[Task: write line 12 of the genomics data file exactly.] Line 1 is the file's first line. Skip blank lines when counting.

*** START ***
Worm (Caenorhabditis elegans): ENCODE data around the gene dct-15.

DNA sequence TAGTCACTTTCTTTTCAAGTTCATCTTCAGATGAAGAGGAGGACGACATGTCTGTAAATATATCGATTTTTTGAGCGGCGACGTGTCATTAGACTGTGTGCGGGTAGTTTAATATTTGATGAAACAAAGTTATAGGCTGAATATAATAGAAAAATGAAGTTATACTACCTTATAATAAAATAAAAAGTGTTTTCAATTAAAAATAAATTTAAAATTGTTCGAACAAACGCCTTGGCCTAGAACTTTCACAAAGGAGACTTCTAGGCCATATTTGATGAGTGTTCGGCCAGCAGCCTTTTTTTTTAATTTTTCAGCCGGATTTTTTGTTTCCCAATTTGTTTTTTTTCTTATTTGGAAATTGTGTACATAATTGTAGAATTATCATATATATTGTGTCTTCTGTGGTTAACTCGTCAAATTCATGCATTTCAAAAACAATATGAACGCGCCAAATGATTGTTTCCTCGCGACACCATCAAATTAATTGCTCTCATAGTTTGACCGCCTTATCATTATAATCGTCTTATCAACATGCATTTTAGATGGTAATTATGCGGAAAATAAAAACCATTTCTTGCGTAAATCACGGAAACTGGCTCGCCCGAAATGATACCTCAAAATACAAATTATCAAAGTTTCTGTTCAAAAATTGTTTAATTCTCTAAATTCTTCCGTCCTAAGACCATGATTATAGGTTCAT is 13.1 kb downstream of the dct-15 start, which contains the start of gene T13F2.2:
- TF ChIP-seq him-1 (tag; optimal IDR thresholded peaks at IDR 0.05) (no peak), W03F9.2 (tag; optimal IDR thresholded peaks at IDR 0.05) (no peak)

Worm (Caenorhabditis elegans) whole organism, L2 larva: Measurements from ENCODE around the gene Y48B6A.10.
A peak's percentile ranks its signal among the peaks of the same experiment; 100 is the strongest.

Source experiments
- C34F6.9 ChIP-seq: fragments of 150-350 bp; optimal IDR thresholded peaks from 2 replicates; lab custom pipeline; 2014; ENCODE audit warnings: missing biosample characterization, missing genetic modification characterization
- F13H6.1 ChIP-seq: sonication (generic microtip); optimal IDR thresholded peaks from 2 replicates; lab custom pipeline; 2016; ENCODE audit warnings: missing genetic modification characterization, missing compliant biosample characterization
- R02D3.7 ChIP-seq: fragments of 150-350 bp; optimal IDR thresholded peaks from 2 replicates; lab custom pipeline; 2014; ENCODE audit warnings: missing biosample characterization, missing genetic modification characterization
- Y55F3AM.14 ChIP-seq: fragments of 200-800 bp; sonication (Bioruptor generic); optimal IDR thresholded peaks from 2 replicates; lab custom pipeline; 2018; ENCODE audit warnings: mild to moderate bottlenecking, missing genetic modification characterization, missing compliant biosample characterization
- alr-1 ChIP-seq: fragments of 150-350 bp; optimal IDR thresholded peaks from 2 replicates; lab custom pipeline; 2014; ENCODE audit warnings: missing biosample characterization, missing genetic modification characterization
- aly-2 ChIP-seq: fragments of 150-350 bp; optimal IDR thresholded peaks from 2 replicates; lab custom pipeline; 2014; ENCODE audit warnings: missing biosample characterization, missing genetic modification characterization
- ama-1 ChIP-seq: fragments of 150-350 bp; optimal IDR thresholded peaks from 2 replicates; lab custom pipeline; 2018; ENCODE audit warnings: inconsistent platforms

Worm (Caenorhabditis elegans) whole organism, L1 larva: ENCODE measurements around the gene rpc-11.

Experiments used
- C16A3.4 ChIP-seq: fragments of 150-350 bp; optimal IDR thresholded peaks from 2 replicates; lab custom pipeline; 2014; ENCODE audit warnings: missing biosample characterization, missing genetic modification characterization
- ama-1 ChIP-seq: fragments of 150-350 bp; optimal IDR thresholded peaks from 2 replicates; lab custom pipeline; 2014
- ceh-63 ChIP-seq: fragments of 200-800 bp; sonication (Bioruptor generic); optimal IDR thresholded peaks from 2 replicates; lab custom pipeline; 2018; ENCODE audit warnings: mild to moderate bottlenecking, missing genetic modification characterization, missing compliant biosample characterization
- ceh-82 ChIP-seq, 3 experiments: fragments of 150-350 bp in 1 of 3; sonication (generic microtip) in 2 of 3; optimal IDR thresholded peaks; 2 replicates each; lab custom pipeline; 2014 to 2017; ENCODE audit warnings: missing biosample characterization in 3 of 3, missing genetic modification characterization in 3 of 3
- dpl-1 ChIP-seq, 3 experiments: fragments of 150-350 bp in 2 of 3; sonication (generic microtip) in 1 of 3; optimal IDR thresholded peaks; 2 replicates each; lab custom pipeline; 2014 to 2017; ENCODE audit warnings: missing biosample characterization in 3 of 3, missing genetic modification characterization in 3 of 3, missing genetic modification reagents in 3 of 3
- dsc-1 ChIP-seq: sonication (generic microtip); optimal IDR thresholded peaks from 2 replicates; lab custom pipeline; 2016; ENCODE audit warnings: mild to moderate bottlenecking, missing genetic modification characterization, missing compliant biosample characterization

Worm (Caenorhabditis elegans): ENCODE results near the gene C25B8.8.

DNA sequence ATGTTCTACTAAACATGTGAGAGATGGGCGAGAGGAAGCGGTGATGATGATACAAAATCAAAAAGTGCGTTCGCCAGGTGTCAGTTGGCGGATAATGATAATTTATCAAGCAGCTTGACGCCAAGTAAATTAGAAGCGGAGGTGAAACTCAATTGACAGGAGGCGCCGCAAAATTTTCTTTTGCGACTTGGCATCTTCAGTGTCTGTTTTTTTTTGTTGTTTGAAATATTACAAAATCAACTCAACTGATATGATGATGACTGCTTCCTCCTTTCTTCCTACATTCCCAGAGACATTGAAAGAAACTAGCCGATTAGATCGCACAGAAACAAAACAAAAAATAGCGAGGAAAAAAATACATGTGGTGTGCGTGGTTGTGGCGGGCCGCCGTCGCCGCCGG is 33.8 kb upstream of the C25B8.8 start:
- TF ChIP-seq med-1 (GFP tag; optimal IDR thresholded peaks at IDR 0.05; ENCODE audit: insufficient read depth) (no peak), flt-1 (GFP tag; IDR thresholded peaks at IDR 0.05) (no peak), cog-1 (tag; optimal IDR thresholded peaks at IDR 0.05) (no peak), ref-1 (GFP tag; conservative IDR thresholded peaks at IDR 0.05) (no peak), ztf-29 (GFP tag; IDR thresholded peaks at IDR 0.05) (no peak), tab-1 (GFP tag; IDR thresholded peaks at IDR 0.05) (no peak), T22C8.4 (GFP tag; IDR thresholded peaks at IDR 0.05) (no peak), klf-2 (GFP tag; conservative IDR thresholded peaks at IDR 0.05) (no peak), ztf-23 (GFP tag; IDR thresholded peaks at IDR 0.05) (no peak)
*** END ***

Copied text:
- aly-2 ChIP-seq: fragments of 150-350 bp; optimal IDR thresholded peaks from 2 replicates; lab custom pipeline; 2014; ENCODE audit warnings: missing biosample characterization, missing genetic modification characterization